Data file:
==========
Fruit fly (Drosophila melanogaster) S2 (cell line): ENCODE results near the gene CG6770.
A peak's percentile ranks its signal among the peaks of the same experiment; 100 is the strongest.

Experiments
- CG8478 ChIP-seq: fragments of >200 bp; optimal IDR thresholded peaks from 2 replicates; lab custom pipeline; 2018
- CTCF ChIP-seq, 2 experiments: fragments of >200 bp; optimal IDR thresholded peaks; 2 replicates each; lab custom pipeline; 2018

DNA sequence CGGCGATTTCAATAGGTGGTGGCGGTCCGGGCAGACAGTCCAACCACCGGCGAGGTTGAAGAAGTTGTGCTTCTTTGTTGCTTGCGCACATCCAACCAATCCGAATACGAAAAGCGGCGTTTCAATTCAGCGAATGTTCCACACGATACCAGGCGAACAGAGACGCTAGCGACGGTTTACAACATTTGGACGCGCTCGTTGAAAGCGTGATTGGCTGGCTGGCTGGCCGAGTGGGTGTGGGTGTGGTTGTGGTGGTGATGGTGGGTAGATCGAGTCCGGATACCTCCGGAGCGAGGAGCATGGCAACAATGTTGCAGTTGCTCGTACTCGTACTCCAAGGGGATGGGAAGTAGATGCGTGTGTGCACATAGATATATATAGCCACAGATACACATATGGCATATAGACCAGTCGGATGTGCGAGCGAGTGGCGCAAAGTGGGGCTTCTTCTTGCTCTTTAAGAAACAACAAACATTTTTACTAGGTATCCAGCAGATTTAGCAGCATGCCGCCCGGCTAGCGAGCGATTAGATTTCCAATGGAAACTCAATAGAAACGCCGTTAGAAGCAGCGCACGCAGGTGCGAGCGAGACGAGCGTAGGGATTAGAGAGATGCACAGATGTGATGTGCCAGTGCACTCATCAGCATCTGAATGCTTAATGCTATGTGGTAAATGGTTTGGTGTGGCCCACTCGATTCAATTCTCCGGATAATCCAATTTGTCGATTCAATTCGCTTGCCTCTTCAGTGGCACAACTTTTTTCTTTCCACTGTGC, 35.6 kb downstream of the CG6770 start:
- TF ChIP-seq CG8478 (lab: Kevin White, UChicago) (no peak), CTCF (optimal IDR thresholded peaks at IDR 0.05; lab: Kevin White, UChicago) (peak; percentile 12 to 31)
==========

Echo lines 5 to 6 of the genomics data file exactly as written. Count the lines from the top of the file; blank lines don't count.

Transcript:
- CTCF ChIP-seq, 2 experiments: fragments of >200 bp; optimal IDR thresholded peaks; 2 replicates each; lab custom pipeline; 2018

DNA sequence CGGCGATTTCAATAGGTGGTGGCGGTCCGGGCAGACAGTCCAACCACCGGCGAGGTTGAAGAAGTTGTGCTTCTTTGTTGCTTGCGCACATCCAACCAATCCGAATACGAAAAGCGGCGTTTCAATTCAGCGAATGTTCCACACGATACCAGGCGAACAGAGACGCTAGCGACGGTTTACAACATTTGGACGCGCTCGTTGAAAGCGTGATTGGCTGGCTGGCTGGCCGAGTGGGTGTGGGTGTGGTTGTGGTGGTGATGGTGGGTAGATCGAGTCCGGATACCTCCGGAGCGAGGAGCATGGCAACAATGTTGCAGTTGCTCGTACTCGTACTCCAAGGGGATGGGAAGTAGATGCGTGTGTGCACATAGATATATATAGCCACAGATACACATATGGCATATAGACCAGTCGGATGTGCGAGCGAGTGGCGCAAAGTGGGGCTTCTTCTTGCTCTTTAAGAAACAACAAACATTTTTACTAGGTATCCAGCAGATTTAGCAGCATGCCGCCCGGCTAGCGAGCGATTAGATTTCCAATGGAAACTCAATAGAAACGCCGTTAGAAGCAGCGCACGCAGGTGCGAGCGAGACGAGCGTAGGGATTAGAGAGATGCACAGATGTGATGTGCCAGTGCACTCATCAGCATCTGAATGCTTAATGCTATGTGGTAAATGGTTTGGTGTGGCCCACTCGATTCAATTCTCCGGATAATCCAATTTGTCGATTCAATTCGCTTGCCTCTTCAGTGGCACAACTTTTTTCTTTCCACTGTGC, 35.6 kb downstream of the CG6770 start: